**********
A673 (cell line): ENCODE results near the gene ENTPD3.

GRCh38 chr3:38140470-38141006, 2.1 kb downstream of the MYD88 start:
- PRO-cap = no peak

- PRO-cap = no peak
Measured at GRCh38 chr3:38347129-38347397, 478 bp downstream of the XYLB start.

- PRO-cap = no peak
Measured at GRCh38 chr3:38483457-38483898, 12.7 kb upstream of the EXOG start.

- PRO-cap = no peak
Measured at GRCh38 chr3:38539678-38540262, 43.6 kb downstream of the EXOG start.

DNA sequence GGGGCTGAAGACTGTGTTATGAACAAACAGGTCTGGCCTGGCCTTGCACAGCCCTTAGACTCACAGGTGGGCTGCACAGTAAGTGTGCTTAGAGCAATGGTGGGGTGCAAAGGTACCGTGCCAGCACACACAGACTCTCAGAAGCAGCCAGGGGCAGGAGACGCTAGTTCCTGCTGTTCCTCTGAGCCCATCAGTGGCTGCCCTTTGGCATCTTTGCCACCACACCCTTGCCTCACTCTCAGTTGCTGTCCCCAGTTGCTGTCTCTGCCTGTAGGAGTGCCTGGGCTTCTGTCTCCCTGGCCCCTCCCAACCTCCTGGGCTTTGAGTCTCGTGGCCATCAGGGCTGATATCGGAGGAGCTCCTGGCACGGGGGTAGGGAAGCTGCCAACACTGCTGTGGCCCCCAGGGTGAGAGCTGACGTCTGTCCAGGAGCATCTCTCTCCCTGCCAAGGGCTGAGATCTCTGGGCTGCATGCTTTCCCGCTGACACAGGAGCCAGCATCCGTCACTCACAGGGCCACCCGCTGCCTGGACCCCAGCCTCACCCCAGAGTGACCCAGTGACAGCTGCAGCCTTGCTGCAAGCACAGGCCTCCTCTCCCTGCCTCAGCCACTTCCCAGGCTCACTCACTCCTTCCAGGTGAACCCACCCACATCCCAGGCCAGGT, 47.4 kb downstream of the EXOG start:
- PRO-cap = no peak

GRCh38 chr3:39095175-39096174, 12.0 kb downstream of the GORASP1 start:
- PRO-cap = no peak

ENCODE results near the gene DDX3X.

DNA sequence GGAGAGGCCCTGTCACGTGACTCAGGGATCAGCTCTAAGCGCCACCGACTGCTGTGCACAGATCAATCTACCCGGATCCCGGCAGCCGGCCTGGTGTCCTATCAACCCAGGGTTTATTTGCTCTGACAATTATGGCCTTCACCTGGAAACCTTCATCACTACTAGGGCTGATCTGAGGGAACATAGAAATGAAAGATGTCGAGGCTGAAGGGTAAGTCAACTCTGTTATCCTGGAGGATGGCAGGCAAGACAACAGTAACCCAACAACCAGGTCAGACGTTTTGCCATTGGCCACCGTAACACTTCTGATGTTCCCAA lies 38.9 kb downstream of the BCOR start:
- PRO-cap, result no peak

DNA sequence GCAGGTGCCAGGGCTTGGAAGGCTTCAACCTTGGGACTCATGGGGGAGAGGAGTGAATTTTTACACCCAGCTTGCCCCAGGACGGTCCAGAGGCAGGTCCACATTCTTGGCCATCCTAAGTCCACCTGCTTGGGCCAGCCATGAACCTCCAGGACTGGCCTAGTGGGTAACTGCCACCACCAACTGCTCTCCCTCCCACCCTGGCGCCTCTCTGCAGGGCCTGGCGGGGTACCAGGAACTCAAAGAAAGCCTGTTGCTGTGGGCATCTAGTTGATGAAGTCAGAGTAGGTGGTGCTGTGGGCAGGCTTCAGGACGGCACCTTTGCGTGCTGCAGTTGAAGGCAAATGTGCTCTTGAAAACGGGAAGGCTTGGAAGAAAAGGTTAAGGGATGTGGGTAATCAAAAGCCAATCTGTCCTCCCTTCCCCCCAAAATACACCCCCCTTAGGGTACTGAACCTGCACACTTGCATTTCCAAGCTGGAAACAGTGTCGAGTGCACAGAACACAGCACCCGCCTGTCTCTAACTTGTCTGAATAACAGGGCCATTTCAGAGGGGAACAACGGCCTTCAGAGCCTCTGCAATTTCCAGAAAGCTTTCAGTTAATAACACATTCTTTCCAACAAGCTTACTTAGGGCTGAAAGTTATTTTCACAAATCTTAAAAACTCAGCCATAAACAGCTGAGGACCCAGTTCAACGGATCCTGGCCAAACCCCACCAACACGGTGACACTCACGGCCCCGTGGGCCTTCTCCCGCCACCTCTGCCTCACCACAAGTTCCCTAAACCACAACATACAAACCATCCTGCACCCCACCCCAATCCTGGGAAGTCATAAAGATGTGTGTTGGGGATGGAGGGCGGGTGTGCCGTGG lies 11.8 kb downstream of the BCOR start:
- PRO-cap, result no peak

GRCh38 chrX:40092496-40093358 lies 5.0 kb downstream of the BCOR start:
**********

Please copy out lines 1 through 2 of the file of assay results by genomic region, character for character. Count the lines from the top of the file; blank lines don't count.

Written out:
A673 (cell line): ENCODE results near the gene ENTPD3.

GRCh38 chr3:38140470-38141006, 2.1 kb downstream of the MYD88 start: